U.S. President Barack Obama has used a controversial strategy to appoint the first U.S. ambassador to Syria in nearly six years.
The White House announced Wednesday it had appointed career diplomat Robert Ford to the post.
Under the constitution, the Senate must vote to approve such decisions. But since the legislative body is in recess until January, Mr. Obama is able to push through his nominees without a vote, at least temporarily.
Mr. Obama first nominated Ford in February, but the Senate refused to confirm him. Republicans had opposed sending any envoy to Syria, which they say has provided support to terrorist organizations including Lebanon's Hezbollah.
In the same announcement Wednesday, Mr. Obama also appointed career diplomats as envoys to Azerbaijan, Turkey, the Czech Republic, And he appointed a deputy attorney general and another administrative post.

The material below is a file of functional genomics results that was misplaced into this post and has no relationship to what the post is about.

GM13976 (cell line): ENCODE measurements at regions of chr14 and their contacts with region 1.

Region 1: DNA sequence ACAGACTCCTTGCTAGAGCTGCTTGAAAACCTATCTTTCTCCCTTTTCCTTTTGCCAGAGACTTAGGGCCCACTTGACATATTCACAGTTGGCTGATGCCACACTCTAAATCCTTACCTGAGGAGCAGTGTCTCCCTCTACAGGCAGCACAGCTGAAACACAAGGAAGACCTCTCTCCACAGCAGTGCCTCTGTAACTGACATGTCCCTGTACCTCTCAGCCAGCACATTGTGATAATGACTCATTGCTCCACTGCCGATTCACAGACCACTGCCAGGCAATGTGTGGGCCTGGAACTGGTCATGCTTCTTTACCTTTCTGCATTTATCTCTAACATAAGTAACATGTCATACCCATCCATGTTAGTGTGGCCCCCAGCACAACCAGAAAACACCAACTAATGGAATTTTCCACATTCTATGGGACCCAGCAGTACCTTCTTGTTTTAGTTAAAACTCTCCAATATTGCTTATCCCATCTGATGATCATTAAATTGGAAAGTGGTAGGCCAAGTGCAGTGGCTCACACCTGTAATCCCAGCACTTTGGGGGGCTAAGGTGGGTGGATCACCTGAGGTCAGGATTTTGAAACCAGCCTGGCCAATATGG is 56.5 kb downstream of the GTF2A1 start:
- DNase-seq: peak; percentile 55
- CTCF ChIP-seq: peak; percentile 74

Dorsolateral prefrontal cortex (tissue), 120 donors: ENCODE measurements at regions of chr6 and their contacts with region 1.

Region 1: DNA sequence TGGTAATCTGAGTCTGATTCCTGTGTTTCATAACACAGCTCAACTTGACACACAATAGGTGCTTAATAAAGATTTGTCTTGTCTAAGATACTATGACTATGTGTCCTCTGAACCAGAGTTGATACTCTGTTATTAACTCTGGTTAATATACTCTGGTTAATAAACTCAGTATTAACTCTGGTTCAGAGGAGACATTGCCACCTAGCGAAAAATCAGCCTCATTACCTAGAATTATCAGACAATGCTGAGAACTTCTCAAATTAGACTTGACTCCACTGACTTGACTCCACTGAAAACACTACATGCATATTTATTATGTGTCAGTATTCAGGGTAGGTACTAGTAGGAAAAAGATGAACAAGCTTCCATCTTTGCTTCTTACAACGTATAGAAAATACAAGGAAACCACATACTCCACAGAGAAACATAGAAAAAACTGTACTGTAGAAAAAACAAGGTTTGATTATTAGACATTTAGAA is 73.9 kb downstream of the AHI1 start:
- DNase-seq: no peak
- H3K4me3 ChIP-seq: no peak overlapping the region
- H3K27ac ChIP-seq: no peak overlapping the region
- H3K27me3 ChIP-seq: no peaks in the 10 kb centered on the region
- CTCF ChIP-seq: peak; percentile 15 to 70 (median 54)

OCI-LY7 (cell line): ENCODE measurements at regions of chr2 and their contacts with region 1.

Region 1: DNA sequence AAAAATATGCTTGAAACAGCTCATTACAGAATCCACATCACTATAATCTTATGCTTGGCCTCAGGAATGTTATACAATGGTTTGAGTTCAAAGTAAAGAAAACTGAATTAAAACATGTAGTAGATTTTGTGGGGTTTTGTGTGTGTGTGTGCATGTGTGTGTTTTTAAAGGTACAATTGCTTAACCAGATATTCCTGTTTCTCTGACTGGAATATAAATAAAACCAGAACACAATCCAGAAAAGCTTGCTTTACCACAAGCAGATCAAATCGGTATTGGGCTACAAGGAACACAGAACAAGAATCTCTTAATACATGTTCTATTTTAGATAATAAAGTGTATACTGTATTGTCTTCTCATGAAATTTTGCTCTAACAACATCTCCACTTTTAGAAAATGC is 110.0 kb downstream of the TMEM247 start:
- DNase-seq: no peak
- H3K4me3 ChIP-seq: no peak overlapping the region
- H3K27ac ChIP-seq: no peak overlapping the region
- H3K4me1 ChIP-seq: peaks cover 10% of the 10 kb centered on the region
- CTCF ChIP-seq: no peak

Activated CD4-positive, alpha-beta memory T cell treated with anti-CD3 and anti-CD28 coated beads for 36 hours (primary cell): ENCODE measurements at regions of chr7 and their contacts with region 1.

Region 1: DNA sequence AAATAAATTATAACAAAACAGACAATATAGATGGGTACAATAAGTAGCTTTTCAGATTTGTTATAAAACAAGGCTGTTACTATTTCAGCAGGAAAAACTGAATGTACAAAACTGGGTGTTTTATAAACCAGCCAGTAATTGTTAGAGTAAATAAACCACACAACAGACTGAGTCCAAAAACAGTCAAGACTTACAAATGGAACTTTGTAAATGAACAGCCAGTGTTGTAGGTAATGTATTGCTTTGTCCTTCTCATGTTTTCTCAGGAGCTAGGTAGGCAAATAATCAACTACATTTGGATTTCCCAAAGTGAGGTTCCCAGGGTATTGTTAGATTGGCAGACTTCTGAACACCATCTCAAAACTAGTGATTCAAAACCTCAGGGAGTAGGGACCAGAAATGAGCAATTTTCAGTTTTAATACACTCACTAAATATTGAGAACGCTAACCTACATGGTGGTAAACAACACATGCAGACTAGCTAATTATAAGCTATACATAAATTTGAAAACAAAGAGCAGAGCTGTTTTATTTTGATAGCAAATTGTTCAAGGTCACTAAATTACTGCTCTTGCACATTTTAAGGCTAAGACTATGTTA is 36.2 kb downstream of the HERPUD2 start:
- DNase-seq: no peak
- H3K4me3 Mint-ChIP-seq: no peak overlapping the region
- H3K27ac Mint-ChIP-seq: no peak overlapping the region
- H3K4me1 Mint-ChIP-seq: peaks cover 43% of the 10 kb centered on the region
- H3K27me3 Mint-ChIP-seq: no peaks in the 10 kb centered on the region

White House officials justified the move, saying the six nominees had waited, on average, well over 100 days each for a confirmation vote.
The appointments can remain valid until the end of the next Senate session.
Republicans had objected to all the nominees for a variety of reasons. Among others, they questioned Mr. Obama's nominee for the Turkey post, Francis Ricciardone, for his past record on promoting democracy as ambassador to Egypt.
The U.S. last had an ambassador in Syria in 2005, when then-president George W. Bush recalled the envoy after Lebanon's former prime minister Rafiq Hariri was killed. Syria was widely blamed for the bomb attack in which he died.
The U.S. state department designates Syria a “state sponsor of terrorism.”